Grounding of Boeing jet complicates United's 2020 planning

The grounding of Boeing's top-selling jet is making it harder for airlines that use the plane to plan for next year

CHICAGO -- The grounding of Boeing 737 Max airplanes is making it harder for United Airlines to plan for next year.

United Chief Financial Officer Gerry Laderman told analysts on a conference call Wednesday that they can assume that United won't get all the Max jets it was expecting from Boeing through next year.

Executives said the airline will grow at a slightly slower pace than it planned next year as a result.

United expected to have 30 Max jets in its fleet by now and to receive another 28 next year. But the plane has been grounded since March after deadly accidents in Indonesia and Ethiopia, and Boeing suspended deliveries.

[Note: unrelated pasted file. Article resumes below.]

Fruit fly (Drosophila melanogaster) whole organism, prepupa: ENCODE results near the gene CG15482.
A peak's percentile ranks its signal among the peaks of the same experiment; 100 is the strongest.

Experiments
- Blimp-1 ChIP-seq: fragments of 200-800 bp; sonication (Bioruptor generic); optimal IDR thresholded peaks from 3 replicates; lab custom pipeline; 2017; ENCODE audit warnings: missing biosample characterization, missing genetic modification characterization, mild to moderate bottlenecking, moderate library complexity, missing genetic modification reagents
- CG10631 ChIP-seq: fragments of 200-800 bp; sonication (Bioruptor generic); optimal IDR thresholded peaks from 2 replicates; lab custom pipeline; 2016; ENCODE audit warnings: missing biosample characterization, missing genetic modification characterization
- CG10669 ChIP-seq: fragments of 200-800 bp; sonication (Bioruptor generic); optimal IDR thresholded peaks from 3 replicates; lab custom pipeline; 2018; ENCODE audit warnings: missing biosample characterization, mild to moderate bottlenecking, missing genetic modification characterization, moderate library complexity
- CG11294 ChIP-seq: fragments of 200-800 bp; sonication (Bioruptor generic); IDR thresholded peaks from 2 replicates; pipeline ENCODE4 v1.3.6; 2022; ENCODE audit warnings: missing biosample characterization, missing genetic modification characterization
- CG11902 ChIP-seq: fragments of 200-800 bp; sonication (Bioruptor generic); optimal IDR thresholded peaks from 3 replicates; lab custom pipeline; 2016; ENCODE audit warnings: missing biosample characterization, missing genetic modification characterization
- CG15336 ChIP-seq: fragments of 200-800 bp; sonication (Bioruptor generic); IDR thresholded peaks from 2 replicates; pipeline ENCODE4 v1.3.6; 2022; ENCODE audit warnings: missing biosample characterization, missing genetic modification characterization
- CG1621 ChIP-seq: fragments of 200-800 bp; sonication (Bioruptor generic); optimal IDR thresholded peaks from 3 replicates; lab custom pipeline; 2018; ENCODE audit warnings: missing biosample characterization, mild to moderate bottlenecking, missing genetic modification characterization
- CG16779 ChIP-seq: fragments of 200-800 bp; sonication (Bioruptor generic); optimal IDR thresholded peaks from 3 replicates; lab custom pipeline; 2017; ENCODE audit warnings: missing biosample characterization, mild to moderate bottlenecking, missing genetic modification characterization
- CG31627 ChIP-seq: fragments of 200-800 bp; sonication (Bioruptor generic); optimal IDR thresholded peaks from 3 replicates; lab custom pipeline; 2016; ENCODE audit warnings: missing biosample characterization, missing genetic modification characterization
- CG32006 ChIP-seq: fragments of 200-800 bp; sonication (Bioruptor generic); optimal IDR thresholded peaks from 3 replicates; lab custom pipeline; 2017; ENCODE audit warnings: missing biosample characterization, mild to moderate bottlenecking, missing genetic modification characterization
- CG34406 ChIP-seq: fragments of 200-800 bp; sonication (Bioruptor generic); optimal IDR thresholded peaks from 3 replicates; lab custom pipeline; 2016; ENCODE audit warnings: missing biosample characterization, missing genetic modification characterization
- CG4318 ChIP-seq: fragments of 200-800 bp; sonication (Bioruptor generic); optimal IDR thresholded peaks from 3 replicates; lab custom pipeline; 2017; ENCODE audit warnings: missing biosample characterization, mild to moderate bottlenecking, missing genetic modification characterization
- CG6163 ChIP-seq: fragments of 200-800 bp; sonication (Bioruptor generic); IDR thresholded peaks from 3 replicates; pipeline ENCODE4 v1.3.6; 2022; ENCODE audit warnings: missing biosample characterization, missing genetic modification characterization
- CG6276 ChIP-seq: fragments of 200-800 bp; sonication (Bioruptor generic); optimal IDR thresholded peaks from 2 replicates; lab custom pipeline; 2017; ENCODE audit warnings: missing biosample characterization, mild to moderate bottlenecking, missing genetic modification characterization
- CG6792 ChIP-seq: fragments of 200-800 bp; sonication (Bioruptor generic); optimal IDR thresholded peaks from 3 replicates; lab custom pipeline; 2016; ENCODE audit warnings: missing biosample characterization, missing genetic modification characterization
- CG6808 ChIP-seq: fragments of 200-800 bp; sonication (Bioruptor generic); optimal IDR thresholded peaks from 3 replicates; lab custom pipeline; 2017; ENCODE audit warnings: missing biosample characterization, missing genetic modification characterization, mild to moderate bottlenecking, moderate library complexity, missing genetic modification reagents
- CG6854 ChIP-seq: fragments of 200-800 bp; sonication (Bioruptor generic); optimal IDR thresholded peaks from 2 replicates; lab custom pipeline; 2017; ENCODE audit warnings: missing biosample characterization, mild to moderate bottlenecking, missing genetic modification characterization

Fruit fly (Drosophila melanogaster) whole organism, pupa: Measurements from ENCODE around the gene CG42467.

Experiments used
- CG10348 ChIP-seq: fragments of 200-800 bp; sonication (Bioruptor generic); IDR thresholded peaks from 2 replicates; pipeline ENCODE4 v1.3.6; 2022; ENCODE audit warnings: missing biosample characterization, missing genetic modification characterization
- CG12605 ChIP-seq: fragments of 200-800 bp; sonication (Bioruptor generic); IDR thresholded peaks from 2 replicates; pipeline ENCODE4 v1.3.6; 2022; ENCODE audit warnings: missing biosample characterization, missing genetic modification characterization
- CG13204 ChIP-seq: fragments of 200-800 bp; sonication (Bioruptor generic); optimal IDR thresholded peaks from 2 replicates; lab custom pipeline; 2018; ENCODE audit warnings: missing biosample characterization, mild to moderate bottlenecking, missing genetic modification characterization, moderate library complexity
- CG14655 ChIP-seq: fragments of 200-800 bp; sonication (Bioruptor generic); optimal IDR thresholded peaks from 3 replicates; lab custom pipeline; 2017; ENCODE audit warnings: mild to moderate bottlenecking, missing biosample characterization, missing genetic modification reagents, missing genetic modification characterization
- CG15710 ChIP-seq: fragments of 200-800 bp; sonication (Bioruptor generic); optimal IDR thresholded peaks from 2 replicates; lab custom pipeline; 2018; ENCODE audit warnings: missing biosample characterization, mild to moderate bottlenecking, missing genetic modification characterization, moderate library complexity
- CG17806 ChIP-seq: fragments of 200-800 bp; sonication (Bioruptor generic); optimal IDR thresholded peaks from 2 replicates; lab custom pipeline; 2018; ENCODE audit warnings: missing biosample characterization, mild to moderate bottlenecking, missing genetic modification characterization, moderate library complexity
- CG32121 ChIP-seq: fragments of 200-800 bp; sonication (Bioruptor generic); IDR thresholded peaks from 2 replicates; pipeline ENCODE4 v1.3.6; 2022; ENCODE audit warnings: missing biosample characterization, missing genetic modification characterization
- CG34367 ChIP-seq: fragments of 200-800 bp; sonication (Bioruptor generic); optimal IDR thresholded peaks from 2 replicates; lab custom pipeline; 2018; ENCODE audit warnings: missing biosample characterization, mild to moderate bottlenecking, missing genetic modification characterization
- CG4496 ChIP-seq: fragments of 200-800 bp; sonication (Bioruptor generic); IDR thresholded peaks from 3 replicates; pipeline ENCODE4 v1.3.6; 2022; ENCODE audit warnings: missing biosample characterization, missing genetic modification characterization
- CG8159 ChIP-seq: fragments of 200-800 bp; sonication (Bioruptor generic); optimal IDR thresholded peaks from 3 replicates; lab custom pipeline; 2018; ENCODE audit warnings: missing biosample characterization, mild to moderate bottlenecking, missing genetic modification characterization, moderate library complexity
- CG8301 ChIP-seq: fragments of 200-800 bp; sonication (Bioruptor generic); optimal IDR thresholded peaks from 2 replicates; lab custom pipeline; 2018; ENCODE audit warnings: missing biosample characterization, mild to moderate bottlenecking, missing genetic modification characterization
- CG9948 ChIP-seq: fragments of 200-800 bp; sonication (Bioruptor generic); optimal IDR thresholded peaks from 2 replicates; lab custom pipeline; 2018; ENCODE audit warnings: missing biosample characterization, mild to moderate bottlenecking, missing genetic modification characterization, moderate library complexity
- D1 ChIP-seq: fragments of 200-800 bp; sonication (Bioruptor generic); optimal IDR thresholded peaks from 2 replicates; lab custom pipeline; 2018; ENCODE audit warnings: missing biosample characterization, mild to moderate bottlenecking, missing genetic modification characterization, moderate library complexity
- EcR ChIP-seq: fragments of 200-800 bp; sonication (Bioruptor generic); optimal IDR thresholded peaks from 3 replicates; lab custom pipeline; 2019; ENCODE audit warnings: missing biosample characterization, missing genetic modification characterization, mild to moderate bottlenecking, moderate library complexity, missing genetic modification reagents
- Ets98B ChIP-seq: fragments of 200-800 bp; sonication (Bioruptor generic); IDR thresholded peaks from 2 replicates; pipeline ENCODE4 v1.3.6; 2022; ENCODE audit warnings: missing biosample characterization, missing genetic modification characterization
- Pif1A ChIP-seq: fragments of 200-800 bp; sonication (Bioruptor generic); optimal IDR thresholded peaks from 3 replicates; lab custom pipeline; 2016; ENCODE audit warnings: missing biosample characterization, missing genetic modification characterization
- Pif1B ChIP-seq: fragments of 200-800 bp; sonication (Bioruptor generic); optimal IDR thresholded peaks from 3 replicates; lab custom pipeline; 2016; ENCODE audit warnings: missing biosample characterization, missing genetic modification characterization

It is unclear when the Max will fly again. Boeing is still working on flight-control software that erroneously pushed the noses of the two accident planes down; pilots were unable to regain control.

United has nearly 800 planes in its fleet, not counting smaller jets used by United Express. The Chicago-based airline recently agreed to buy 19 used Boeing 737s, but Laderman said that was unrelated to the loss of the Max planes.

United Airlines Holdings Inc. reported after the market closed Tuesday that its second-quarter profit rose 54% to $1.05 billion. On Wednesday, its shares rose 86 cents to $94.78.